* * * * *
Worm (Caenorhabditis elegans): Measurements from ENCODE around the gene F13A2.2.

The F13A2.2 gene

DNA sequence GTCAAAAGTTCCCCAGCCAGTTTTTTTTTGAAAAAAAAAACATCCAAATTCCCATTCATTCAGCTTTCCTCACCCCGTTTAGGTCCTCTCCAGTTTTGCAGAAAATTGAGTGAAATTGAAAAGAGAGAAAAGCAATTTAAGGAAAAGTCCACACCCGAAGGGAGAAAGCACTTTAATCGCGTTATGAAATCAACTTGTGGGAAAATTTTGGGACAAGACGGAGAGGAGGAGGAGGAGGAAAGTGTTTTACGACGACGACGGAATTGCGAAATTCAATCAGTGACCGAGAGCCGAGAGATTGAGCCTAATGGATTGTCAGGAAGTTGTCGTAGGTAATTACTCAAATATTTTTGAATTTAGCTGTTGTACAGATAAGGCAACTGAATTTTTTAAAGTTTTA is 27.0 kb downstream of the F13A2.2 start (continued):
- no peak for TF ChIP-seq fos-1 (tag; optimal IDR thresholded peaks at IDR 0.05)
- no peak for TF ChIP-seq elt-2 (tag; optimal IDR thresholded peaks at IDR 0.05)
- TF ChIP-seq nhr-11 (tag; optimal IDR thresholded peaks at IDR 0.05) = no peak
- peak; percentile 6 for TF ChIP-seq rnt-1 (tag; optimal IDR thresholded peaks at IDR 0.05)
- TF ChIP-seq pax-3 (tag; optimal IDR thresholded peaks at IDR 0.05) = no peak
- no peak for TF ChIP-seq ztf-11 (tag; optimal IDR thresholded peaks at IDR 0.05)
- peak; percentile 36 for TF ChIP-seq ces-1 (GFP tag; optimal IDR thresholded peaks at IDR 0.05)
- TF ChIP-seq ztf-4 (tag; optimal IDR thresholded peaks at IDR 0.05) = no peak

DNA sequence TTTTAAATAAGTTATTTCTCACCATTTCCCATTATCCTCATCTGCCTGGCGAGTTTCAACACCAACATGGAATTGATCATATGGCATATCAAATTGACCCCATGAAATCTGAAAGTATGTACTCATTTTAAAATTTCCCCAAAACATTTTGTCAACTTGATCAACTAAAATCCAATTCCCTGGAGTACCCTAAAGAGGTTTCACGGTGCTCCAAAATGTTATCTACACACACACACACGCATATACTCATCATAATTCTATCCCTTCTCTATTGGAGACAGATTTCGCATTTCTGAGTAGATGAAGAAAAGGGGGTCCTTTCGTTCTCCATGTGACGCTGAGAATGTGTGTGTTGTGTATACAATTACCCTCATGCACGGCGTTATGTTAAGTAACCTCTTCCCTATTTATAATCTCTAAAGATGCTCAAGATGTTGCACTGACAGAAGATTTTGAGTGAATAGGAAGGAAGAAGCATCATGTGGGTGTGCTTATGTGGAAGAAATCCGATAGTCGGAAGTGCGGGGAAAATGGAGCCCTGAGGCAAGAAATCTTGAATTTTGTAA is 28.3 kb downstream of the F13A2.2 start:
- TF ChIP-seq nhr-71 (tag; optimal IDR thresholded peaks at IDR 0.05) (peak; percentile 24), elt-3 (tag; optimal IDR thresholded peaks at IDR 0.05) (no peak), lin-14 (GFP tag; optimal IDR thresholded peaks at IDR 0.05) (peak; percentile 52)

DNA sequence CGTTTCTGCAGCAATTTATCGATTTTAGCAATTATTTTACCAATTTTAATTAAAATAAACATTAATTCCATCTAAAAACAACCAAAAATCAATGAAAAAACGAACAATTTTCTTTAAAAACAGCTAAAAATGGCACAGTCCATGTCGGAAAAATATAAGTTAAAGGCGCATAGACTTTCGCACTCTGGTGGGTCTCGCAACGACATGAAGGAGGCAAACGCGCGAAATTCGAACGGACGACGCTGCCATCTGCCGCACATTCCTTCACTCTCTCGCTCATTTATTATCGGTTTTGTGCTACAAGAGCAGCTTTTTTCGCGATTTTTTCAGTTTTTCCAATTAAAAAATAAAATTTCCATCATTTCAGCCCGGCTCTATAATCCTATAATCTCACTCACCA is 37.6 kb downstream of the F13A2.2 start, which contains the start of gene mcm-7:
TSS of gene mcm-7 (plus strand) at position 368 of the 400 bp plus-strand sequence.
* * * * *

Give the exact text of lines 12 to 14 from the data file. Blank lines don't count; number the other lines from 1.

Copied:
DNA sequence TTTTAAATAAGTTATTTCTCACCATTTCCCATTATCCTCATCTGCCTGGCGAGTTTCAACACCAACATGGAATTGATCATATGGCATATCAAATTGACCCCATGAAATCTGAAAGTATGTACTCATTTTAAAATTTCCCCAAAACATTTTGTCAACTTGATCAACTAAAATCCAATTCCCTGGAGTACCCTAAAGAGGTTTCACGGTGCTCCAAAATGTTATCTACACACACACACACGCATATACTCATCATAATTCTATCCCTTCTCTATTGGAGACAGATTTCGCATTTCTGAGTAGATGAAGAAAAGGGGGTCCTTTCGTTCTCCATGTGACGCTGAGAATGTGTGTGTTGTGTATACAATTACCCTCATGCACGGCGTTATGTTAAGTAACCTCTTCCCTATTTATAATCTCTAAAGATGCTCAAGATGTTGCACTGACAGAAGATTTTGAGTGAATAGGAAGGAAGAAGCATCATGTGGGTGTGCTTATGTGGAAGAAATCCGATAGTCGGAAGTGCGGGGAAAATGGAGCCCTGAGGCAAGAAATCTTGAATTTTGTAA is 28.3 kb downstream of the F13A2.2 start:
- TF ChIP-seq nhr-71 (tag; optimal IDR thresholded peaks at IDR 0.05) (peak; percentile 24), elt-3 (tag; optimal IDR thresholded peaks at IDR 0.05) (no peak), lin-14 (GFP tag; optimal IDR thresholded peaks at IDR 0.05) (peak; percentile 52)

DNA sequence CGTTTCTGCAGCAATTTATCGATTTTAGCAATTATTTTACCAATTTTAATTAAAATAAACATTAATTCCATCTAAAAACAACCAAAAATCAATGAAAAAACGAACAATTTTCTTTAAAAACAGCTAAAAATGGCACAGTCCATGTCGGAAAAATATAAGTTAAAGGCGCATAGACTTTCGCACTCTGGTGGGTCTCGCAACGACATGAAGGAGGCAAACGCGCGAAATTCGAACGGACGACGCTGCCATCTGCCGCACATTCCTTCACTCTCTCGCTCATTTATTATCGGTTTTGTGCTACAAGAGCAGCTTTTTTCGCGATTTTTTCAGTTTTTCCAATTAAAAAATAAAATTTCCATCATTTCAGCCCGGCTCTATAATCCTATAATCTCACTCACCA is 37.6 kb downstream of the F13A2.2 start, which contains the start of gene mcm-7: